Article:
BURLINGTON, Vt. (AP) — Ann Clymer, a mother who helped win a change in the law on how the state of Vermont punishes drunken drivers after her daughter was killed, has died at her home in Washington, D.C. She was 75.
Clymer’s daughter, Jane Emily, was a junior at the University of Vermont in September 1985 when she was struck by a car driven by a drunken driver as she walked her bike in Hinesburg. Clymer and her husband, Adam, a reporter for The New York Times, sued for damages, arguing they had lost their daughter’s companionship. The Vermont Supreme Court ruled her parents could collect damages from the driver and the two bars that had served him, even though their daughter was an adult. Previously such awards were only given to parents who lost minor children.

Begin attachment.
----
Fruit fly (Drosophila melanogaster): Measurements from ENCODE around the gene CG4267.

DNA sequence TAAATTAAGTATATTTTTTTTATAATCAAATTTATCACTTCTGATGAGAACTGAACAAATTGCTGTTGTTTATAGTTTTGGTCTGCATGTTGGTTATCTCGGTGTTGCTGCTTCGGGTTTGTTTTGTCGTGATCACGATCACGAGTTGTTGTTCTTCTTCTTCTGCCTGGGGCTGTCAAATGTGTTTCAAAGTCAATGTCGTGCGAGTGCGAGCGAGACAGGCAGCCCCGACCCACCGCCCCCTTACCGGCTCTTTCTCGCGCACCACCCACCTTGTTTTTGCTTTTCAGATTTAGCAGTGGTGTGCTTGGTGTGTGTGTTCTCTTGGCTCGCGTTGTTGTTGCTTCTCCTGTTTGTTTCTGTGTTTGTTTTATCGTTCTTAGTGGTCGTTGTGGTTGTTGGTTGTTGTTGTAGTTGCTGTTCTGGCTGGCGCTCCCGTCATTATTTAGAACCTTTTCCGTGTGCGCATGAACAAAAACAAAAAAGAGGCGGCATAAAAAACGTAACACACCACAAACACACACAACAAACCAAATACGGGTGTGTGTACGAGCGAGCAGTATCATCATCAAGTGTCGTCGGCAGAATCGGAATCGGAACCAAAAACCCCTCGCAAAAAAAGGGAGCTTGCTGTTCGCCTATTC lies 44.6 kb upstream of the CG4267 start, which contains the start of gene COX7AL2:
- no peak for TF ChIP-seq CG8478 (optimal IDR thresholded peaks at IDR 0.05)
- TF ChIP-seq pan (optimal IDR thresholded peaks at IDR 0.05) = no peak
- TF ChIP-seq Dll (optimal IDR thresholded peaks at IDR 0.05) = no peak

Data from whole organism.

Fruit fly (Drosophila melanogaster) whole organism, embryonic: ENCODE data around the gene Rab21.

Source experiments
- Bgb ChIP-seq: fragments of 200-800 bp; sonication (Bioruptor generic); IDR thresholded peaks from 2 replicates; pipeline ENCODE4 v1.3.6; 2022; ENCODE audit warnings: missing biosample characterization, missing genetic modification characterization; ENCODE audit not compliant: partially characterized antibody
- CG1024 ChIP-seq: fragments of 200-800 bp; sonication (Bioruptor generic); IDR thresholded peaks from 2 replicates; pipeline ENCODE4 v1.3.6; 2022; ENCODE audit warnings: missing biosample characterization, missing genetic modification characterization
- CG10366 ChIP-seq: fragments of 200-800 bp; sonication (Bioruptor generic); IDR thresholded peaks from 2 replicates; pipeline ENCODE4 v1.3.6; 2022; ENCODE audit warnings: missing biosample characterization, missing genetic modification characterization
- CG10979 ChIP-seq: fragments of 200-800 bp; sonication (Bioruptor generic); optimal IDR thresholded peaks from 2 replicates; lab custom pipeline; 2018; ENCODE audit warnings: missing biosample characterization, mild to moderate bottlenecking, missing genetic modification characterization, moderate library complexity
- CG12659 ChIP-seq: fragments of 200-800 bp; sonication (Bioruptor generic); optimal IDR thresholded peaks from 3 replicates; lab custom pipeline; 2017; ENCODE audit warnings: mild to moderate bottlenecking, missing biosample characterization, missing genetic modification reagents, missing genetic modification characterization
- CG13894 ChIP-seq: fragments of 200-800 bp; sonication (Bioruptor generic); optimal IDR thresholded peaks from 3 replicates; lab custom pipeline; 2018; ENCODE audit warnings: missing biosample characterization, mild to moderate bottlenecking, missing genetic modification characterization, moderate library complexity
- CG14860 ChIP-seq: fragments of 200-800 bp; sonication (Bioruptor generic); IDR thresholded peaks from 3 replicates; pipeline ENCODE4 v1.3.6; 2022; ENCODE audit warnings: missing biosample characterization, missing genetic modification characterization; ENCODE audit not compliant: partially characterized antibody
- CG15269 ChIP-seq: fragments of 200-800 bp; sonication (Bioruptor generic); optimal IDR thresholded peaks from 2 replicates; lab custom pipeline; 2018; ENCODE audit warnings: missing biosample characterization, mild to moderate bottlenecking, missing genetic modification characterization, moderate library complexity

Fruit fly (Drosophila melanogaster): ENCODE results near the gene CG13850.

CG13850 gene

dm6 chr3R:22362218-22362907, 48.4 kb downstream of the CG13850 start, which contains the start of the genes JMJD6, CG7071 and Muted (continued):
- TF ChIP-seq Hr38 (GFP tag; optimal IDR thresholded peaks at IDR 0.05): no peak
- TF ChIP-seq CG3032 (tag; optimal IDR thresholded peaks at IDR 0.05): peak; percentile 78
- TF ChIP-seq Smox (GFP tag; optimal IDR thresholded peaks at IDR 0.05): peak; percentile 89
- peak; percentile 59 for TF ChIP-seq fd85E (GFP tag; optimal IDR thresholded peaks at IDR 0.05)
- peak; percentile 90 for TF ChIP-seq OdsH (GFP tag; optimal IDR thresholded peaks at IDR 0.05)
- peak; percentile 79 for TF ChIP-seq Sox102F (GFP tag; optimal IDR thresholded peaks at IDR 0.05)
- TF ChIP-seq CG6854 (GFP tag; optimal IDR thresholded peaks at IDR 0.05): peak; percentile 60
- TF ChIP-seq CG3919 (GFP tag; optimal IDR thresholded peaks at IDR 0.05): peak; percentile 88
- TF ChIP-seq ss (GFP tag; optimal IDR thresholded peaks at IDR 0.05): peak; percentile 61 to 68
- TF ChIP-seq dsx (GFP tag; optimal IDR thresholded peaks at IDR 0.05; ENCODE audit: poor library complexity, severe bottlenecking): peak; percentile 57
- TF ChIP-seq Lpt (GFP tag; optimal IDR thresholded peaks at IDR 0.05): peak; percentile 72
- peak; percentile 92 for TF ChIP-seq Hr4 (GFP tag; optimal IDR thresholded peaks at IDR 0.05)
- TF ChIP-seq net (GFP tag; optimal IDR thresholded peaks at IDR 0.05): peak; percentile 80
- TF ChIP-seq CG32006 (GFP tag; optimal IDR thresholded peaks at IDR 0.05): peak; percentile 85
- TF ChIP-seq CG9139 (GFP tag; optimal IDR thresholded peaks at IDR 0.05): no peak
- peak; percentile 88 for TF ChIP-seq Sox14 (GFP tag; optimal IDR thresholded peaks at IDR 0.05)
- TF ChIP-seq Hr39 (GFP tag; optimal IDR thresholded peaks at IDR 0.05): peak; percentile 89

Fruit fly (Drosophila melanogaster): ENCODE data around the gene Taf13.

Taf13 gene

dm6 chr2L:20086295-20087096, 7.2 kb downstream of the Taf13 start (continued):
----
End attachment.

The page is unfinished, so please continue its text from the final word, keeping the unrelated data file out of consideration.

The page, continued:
The Clymers donated $250,000 from the lawsuits to the Jane Emily Clymer Scholarship Fund, awarded each year to a female junior at the University of Vermont with an emphasis on social service in recognition of her tutoring Laotian refugees in English.
Ann Clymer had been in poor health since suffering a stroke in October. She is survived by her husband and a sister and will be buried at a family plot in Townsend, Mass.